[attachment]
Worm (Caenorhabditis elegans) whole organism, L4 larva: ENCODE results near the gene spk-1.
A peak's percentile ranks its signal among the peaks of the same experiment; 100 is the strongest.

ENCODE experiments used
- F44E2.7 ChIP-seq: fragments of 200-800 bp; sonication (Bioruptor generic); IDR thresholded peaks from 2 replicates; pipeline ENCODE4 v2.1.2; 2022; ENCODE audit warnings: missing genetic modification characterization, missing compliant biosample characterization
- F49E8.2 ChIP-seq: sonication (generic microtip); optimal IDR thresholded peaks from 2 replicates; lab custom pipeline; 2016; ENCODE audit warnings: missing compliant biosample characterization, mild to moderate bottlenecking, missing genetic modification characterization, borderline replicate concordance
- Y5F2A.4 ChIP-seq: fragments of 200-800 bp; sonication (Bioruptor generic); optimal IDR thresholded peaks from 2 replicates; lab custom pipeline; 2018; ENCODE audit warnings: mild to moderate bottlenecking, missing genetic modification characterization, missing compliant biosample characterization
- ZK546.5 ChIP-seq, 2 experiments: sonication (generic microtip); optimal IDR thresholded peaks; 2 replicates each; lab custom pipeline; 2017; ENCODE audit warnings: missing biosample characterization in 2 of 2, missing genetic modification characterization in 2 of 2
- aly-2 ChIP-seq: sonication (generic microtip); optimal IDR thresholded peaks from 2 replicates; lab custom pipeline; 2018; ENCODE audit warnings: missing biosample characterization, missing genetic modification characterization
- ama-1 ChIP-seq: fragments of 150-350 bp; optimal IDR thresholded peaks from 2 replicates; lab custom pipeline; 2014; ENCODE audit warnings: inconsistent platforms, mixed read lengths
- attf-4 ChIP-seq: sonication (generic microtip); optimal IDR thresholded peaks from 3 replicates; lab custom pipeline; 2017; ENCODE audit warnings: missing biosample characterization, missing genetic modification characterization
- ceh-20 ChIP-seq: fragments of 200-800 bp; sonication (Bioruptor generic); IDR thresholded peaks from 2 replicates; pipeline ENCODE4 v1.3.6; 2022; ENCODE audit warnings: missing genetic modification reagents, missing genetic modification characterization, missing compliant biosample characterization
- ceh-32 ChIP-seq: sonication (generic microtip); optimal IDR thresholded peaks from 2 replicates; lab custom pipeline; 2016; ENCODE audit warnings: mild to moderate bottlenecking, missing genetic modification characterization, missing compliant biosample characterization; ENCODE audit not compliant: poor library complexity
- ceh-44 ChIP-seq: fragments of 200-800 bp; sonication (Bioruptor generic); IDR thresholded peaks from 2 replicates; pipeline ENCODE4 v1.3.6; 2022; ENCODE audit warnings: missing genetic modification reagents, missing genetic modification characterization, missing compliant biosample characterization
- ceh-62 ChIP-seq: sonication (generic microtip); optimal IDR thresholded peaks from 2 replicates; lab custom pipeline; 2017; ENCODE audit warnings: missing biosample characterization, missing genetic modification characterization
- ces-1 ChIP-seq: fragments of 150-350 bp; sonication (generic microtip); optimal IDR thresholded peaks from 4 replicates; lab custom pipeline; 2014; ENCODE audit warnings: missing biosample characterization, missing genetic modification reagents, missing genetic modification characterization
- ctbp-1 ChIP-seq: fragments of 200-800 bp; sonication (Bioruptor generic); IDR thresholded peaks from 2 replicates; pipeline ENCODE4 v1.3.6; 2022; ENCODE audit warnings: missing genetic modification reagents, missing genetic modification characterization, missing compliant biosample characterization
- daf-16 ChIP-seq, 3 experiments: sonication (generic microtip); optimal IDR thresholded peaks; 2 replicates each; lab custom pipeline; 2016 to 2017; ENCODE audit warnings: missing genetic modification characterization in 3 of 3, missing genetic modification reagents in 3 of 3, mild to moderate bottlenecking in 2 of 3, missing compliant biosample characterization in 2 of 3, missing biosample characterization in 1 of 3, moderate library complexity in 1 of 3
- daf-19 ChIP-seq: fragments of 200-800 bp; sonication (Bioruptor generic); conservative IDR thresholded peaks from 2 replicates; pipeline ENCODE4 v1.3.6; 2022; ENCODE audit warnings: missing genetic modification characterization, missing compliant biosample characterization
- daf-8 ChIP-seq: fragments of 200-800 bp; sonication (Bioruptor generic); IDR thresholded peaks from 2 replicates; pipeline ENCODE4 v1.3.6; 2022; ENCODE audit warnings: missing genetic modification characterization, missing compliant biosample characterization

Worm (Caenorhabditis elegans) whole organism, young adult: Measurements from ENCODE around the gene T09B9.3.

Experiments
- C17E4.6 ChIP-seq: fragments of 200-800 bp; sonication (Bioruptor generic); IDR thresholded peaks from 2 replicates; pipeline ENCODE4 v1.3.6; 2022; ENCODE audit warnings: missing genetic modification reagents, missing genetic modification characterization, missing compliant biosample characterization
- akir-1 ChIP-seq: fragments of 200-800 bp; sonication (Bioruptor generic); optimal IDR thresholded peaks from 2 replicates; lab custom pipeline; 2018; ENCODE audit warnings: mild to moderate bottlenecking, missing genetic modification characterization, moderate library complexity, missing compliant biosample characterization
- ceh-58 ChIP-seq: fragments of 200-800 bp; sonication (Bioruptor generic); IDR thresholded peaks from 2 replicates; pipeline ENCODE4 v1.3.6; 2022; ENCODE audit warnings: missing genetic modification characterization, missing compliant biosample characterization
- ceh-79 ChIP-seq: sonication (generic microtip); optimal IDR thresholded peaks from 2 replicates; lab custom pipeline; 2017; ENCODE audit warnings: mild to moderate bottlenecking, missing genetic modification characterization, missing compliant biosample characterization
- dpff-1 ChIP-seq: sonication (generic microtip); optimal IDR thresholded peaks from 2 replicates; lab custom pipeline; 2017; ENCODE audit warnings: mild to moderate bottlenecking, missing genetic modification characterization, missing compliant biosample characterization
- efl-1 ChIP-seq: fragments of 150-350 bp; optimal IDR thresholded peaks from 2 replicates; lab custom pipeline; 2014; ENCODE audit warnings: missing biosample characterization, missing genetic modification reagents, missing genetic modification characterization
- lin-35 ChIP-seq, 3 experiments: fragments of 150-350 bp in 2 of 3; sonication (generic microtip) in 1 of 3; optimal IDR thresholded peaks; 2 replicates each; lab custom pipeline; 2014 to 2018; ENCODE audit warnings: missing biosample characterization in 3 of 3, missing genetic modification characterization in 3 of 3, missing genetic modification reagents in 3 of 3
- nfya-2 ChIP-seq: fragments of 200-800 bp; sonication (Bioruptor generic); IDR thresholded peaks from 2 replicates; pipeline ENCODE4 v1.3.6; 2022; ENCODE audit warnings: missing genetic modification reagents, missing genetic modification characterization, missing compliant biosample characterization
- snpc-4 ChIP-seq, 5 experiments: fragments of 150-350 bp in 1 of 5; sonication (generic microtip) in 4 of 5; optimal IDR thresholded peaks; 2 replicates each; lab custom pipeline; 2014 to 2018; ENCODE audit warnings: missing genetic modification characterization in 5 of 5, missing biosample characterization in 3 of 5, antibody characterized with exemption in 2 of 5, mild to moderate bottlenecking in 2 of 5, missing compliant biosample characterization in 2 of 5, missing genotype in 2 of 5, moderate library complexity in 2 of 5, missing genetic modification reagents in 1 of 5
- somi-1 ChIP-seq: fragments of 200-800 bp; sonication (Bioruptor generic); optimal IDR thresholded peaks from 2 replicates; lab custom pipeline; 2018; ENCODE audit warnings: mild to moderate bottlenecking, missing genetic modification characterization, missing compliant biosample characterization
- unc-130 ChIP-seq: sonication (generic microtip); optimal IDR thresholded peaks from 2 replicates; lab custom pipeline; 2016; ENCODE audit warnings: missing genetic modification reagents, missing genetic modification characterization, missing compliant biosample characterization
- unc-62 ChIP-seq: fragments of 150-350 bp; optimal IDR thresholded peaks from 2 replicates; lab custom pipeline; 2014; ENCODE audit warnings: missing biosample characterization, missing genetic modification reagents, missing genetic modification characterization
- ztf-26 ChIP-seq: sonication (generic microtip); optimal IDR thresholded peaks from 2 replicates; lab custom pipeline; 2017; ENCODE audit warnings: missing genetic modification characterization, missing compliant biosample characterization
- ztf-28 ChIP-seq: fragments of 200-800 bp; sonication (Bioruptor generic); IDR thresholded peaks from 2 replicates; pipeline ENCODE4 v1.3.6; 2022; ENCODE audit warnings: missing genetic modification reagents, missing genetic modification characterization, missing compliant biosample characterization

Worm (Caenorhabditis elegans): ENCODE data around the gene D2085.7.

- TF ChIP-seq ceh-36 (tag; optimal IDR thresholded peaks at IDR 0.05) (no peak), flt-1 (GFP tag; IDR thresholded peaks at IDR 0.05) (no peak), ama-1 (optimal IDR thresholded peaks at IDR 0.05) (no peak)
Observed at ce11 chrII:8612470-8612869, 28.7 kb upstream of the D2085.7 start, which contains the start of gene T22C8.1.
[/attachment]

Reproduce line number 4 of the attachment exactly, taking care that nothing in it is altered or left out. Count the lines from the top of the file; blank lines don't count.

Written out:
- F44E2.7 ChIP-seq: fragments of 200-800 bp; sonication (Bioruptor generic); IDR thresholded peaks from 2 replicates; pipeline ENCODE4 v2.1.2; 2022; ENCODE audit warnings: missing genetic modification characterization, missing compliant biosample characterization